Peace Corps Training: A long 10 weeks in Africa (9.8.10 – 16.10.10 )

During Peace Corps Training all 45 volunteers were working from 8 am to 5 pm at RACO conference center learning many different areas of Ugandan culture, having intensive sessions of language training, hours of technical training and field trips that focused on issues we might and will see out in our communities. Throughout this whole process we lived with home stay families to not only feel like we have a family here in Uganda other then the PCV community, but to also learn more about Ugandan family dynamics and culture.

My home stay family was quite nice and worked very hard to get where they were in life. My father’s name is John and he is a truck driver in Kampala. He thinks its very important for him to work as much as he can while he is young so his family can live the life he wants them too: he wants his family to have nice things, maintain their electricity, he children to go to good schools and to save as much money as possible so when he gets old he can relax and not work. My mother’s name is Josephene. She works incredibly hard through owning a shop that sells clothes as well as being a seamstress. She also runs the house and takes care of the children while she was also taking care of me! I have a few home stay siblings as well: Simon who is in senior school, Jarred who is in secondary school and then Winnie who is four years old. I spent a lot of time with Winnie due to the fact that she was always home when I was. She loves to color and play with my Aquadoodle. They also had a cat, which was still very young when I came to stay with them. They waited to name it until I came to live with them which after seeing the sandy color of the cat I nerdily named it Dune.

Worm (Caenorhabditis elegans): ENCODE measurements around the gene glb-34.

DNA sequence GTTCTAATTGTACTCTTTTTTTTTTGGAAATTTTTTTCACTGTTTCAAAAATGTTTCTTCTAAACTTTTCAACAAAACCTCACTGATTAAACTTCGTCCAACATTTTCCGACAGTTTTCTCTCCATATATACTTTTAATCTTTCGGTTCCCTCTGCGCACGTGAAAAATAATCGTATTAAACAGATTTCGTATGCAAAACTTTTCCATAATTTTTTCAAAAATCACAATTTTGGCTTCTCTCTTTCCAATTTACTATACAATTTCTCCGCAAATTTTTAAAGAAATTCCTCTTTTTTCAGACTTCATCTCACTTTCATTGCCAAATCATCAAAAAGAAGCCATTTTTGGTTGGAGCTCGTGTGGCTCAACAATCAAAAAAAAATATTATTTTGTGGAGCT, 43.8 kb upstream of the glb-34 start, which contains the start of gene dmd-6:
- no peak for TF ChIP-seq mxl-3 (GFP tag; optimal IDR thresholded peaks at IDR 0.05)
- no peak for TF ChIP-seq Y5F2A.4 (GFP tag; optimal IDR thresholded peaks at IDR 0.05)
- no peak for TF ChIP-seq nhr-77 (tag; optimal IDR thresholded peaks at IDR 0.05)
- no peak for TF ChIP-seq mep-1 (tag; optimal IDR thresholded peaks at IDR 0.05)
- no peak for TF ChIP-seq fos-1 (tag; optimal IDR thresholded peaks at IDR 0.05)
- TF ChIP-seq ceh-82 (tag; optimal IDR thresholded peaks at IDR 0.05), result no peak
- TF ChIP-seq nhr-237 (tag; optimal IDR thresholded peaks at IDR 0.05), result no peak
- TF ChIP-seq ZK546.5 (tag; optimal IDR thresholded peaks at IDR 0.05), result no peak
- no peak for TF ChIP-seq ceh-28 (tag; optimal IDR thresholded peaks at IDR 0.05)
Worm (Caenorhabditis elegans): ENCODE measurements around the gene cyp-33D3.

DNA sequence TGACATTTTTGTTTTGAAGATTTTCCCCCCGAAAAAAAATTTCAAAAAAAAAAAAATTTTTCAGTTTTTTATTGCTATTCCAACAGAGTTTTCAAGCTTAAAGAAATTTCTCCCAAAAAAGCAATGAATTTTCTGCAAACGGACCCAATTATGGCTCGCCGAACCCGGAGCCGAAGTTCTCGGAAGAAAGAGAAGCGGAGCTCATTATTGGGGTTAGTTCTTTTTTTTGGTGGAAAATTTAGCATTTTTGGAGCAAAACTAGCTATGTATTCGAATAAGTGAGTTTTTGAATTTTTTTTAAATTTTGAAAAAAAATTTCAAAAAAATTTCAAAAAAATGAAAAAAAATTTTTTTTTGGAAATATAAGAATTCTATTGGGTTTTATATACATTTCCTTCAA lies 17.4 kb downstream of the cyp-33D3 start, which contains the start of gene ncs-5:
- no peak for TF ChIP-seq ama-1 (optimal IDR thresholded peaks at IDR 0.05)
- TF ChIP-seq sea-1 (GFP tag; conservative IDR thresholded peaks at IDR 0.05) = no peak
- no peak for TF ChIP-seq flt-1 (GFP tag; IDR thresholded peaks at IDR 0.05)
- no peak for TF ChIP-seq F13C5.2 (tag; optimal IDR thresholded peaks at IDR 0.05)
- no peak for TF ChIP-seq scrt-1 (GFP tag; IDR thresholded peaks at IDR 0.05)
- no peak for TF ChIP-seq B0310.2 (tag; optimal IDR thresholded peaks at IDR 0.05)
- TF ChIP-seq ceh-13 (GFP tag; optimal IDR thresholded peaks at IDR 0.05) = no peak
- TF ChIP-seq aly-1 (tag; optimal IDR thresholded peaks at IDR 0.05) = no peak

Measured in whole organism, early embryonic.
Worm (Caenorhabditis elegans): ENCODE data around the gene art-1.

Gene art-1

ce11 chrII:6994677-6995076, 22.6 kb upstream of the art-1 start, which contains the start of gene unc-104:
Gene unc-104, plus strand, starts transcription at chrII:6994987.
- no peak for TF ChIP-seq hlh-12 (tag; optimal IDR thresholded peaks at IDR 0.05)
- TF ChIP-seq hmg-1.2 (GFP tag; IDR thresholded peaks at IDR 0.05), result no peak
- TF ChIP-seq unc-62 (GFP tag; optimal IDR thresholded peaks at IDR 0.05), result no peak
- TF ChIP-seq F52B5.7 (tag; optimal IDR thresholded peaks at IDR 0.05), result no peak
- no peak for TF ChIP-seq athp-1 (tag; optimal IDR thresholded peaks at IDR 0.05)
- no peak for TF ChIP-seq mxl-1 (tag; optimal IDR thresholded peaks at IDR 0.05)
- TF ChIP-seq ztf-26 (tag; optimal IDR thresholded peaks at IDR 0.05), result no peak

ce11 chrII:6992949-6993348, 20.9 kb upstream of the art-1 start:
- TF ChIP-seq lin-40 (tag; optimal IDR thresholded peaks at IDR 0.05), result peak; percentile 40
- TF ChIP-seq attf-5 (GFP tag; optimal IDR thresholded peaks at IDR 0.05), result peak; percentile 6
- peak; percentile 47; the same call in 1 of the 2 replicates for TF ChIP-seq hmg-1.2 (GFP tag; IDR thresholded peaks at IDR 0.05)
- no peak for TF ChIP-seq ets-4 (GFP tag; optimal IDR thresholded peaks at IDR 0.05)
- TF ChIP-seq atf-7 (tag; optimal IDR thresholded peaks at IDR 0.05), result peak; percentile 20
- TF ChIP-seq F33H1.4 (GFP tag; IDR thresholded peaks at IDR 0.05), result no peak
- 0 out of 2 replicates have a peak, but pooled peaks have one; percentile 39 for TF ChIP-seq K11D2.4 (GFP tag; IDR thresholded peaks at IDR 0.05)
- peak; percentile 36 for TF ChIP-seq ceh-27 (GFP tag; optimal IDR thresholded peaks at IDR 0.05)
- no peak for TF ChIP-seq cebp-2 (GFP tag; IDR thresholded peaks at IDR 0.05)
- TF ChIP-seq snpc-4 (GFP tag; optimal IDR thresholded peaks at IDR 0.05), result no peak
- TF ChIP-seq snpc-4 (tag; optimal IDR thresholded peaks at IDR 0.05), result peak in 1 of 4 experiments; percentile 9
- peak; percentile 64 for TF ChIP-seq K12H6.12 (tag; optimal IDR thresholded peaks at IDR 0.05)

During training we were split into two different groups depending on our volunteer titles. There are community health volunteers, economic development volunteers and education volunteers here in Uganda. Our training class was comprised of community health and economic development volunteers. I am a community health volunteer with the specific title of a public health general volunteer. The purpose of the Community Health Project in Uganda is to help Ugandans living in rural areas foster healthy behaviors and improve their health status. One goal of my project’s framework is that further transmission of HIV/AIDS will be reduced and the impact of the epidemic in the general population will be mitigated. The second goal is that the capacity of communities and service providers, including VHTs (Village Health Teams) and health committees will be strengthened, and linkages and health services improved. The third goal is that communities will adopt key health and disease prevention behaviors and practices affecting maternal and child health, morbidity and mortality. Now these are all very lofty goals that come with a slew of objectives, indicators and tasks. Not every health volunteer focuses on each goal, but at some point in the two years here they will run across not just one of these goals to try and help meet.